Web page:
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Understanding interactions of formerly incarcerated HIV-positive men and transgender women with substance use treatment, medical, and criminal justice systems



Low levels of medical care engagement have been noted for HIV-positive people leaving systems of incarceration in the United States. Substance misuse frequently co-occurs with criminal justice involvement in individuals who are living with HIV.


We analyzed data from in-depth interviews with 19 HIV-positive individuals who were currently or formerly incarcerated in order to elucidate challenges faced in accessing care and maintaining HIV treatment regimens when cycling out of (and often back into) custody. Our thematic analysis used an ecosocial framework to describe participants' shifts between substance use treatment, medical care, and criminal justice systems.


Dominant themes included the dramatic increase in HIV-treatment-related autonomy required following release from jail because of differences in care delivery between custody-based and community-based care systems; the important, but temporary stabilization provided by residential substance use treatment programmes; and the inconsistency of substance use treatment approaches with chronic care models of disease management.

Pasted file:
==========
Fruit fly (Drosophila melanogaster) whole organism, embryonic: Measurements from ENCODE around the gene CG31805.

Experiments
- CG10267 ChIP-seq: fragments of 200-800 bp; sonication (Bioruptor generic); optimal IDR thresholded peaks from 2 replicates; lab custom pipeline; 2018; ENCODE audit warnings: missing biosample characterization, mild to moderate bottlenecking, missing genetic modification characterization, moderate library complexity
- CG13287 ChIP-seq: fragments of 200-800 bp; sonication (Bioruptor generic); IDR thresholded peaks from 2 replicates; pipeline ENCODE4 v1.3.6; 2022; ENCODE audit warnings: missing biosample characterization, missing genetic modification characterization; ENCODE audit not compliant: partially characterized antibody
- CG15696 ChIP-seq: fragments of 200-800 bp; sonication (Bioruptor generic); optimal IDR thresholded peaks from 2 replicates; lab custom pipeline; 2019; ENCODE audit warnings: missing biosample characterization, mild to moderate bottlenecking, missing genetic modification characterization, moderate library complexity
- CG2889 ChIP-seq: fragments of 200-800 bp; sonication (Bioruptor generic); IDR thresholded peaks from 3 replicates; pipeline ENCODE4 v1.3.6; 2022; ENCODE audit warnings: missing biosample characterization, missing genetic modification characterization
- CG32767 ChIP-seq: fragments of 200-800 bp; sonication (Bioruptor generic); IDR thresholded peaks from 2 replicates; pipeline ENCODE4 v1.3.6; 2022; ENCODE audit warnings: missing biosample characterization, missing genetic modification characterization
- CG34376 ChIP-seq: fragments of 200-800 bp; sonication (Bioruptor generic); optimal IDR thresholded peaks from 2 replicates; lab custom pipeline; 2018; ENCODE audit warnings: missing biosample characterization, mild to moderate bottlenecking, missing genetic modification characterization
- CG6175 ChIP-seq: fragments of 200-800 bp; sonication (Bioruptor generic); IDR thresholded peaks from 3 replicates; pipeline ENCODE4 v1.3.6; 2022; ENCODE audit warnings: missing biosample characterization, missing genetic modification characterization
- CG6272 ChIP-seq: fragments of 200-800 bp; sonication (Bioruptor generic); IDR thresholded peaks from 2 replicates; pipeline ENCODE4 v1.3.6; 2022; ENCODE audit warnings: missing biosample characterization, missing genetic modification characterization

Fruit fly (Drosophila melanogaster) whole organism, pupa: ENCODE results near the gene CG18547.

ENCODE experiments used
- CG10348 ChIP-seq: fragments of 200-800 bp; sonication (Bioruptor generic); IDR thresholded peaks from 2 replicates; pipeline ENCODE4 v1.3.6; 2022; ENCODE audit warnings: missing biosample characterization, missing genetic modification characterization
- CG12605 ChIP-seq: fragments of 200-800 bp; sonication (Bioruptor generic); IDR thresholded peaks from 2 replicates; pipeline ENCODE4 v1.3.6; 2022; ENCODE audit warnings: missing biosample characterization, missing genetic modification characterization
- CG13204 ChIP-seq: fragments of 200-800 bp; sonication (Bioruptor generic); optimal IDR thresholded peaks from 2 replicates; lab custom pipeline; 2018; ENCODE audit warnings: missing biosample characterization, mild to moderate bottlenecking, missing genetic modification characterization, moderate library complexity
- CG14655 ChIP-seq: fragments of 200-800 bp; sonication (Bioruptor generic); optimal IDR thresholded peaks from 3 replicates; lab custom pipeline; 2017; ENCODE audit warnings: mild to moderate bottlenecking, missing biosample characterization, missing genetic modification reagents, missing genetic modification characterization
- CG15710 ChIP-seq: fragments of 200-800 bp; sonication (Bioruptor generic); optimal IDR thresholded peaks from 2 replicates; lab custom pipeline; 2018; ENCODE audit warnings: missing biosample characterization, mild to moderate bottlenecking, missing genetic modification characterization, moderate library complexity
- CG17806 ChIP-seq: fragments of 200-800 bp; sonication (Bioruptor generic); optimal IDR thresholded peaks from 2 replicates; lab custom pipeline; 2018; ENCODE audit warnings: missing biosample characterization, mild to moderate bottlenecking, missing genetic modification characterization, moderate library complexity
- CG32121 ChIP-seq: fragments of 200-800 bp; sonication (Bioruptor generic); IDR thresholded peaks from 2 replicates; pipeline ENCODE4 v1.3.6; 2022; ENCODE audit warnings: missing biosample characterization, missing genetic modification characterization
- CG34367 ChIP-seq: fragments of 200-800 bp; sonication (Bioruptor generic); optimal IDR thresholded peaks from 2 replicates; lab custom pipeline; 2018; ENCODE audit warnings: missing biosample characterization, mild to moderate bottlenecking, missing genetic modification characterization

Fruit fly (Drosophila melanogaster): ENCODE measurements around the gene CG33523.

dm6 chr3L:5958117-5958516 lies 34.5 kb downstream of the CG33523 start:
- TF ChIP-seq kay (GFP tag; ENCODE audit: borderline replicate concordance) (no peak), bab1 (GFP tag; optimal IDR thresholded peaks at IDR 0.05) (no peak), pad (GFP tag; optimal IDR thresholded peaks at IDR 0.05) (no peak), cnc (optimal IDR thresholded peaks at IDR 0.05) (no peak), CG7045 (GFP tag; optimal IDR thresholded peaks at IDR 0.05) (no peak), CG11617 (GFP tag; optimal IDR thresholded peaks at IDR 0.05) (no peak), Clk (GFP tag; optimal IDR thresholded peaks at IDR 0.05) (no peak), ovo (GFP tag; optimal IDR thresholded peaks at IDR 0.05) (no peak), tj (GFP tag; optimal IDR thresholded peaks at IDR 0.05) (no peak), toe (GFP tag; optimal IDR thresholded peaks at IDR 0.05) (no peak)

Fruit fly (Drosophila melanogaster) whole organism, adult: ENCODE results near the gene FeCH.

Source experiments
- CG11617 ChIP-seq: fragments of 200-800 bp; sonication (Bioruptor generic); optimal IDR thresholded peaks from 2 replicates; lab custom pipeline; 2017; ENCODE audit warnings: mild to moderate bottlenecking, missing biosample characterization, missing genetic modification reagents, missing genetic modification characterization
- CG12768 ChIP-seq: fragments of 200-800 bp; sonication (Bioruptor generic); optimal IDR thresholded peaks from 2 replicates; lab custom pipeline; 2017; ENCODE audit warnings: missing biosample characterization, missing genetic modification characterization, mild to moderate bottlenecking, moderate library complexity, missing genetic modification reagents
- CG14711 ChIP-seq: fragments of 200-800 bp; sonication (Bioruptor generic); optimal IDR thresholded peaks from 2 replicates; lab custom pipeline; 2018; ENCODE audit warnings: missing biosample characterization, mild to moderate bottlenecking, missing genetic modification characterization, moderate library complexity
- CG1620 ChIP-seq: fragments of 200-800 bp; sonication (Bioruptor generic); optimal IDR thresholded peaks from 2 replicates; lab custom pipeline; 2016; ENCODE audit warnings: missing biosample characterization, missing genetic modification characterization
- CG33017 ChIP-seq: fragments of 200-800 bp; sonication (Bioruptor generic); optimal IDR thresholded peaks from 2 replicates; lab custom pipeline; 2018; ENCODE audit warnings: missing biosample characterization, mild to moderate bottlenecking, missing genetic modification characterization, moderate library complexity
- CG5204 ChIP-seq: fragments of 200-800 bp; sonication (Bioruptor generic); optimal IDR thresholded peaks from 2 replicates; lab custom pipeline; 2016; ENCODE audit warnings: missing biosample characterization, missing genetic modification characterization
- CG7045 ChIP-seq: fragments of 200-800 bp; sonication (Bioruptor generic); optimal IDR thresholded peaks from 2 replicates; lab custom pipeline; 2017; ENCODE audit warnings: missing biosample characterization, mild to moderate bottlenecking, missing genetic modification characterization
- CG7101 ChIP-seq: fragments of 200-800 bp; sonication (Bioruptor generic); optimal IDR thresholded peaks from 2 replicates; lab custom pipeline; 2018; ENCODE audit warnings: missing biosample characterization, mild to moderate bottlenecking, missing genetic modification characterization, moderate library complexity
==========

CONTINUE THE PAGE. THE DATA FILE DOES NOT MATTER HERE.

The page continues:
Enhanced integration of criminal justice, medical care, and substance use treatment institutions in planning for reentry of HIV populations may ease the impact of the dramatic shifts in context that often dissuade linkage and retention. This integration should include coordination with custody release processes, periodic assessments for active substance misuse in HIV treatment settings, support for (re)establishing health-promoting social networks, and options for long-term, residential substance use treatment programmes.

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